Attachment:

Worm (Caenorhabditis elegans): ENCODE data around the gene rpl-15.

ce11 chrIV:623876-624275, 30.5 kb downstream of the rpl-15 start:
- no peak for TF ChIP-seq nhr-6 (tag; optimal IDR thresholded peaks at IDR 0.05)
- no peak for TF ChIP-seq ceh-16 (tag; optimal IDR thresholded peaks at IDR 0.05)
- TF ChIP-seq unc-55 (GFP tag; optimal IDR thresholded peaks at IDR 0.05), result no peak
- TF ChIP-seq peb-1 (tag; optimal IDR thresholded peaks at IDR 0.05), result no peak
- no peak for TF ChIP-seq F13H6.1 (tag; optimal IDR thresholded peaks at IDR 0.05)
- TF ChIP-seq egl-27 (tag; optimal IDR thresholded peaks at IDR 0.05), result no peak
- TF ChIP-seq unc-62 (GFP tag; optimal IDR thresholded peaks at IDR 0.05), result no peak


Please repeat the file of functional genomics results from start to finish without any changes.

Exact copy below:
Worm (Caenorhabditis elegans): ENCODE data around the gene rpl-15.

ce11 chrIV:623876-624275, 30.5 kb downstream of the rpl-15 start:
- no peak for TF ChIP-seq nhr-6 (tag; optimal IDR thresholded peaks at IDR 0.05)
- no peak for TF ChIP-seq ceh-16 (tag; optimal IDR thresholded peaks at IDR 0.05)
- TF ChIP-seq unc-55 (GFP tag; optimal IDR thresholded peaks at IDR 0.05), result no peak
- TF ChIP-seq peb-1 (tag; optimal IDR thresholded peaks at IDR 0.05), result no peak
- no peak for TF ChIP-seq F13H6.1 (tag; optimal IDR thresholded peaks at IDR 0.05)
- TF ChIP-seq egl-27 (tag; optimal IDR thresholded peaks at IDR 0.05), result no peak
- TF ChIP-seq unc-62 (GFP tag; optimal IDR thresholded peaks at IDR 0.05), result no peak